The problem may not be just one of labeling. Colin Ong-Dean, Alan J. Daly and Vicki Park have an article titled "Privileged Advocates" in the journal Policy Futures in Education. From the abstract:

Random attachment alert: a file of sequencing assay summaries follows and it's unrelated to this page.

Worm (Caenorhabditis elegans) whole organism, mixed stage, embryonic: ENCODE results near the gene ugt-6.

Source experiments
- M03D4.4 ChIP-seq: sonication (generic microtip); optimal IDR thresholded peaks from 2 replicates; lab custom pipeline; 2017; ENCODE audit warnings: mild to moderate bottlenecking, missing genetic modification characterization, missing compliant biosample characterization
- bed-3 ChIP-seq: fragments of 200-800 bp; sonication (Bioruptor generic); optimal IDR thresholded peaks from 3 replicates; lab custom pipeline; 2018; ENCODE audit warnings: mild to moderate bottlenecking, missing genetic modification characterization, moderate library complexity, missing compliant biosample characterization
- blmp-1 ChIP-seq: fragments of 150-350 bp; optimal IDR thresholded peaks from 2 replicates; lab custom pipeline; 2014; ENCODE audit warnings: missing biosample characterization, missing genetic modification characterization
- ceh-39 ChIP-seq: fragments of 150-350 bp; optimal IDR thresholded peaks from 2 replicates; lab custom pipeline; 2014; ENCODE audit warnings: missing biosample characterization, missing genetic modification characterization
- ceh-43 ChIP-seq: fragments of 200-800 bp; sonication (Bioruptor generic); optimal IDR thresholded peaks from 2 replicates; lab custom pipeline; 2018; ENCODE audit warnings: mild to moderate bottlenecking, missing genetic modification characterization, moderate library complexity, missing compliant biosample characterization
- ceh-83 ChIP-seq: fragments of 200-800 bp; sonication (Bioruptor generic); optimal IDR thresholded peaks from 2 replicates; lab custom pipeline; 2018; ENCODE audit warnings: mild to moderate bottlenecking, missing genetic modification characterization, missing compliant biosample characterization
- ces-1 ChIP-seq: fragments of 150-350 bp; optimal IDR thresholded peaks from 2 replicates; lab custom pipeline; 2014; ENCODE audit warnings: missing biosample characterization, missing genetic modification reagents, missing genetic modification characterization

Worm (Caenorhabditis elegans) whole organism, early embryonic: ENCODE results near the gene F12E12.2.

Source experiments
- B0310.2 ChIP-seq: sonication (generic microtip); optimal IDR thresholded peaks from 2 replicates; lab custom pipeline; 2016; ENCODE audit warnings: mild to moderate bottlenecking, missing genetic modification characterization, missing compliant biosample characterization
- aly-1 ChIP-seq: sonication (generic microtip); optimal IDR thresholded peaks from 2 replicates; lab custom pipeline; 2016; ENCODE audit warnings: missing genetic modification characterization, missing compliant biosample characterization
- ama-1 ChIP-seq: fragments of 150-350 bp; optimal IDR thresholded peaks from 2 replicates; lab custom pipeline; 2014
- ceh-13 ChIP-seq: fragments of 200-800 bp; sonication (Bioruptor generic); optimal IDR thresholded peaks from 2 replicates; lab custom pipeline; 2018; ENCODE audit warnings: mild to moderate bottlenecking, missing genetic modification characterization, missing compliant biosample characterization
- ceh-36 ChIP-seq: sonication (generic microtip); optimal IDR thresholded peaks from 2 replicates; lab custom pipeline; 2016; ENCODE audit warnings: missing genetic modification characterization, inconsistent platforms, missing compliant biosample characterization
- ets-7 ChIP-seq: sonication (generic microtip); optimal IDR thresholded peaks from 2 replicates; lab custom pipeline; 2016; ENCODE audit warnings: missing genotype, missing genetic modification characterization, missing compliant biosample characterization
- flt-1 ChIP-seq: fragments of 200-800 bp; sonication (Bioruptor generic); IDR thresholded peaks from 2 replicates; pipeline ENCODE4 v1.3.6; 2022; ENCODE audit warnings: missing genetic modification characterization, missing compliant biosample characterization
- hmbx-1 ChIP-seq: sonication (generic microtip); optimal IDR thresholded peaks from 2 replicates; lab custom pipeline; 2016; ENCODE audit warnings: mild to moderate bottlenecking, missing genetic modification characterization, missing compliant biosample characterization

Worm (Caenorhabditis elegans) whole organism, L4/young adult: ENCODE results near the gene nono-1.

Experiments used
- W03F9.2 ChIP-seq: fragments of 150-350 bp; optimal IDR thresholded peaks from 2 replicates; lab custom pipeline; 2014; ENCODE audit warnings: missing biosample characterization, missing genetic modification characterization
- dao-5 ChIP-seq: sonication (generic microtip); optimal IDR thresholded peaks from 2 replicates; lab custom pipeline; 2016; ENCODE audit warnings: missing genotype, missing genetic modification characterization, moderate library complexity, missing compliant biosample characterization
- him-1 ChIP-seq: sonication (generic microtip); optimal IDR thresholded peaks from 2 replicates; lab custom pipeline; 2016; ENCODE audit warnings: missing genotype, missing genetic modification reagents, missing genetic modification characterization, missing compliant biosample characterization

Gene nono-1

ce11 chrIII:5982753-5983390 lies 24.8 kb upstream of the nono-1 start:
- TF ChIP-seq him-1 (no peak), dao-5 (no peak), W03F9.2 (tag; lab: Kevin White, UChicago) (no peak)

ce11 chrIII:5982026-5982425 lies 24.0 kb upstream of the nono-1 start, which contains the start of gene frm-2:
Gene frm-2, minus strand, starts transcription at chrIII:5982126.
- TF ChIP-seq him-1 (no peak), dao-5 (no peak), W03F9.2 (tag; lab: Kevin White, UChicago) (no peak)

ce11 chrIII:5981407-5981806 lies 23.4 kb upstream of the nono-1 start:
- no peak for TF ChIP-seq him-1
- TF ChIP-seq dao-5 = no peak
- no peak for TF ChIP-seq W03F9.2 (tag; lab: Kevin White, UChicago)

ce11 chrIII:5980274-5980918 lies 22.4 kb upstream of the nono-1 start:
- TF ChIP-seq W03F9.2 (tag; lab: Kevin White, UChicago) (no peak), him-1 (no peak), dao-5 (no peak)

Since the establishment of educational rights for children with disabilities in the 1970s, special education in the US has included a growing share of students and has constituted an ever-growing share of education budgets. Previous research has focused on the disproportionate assignment to special education of low-income and minority students, concluding that special education mainly reproduces social disadvantages. This article argues that privileged parents - by virtue of their ability to navigate complex legal and scientific practices and discourses that are seen as guarantees of fairness and neutrality in special education - are able to secure advantageous resources for their children through special education. Through analysis of the distribution and content of 'due process' hearing requests in the California special education system, this article shows how advocacy in this part of the system depends on parents' cultural and economic capital. Specifically, reimbursement claims in due process hearings show how having economic capital can be used to leverage public education resources, while parents' testimony in hearings shows the importance of having cultural capital. In concluding, the emphasis on parental involvement in both regular and special education is discussed and alternatives to the individualized system of rights in special education are considered.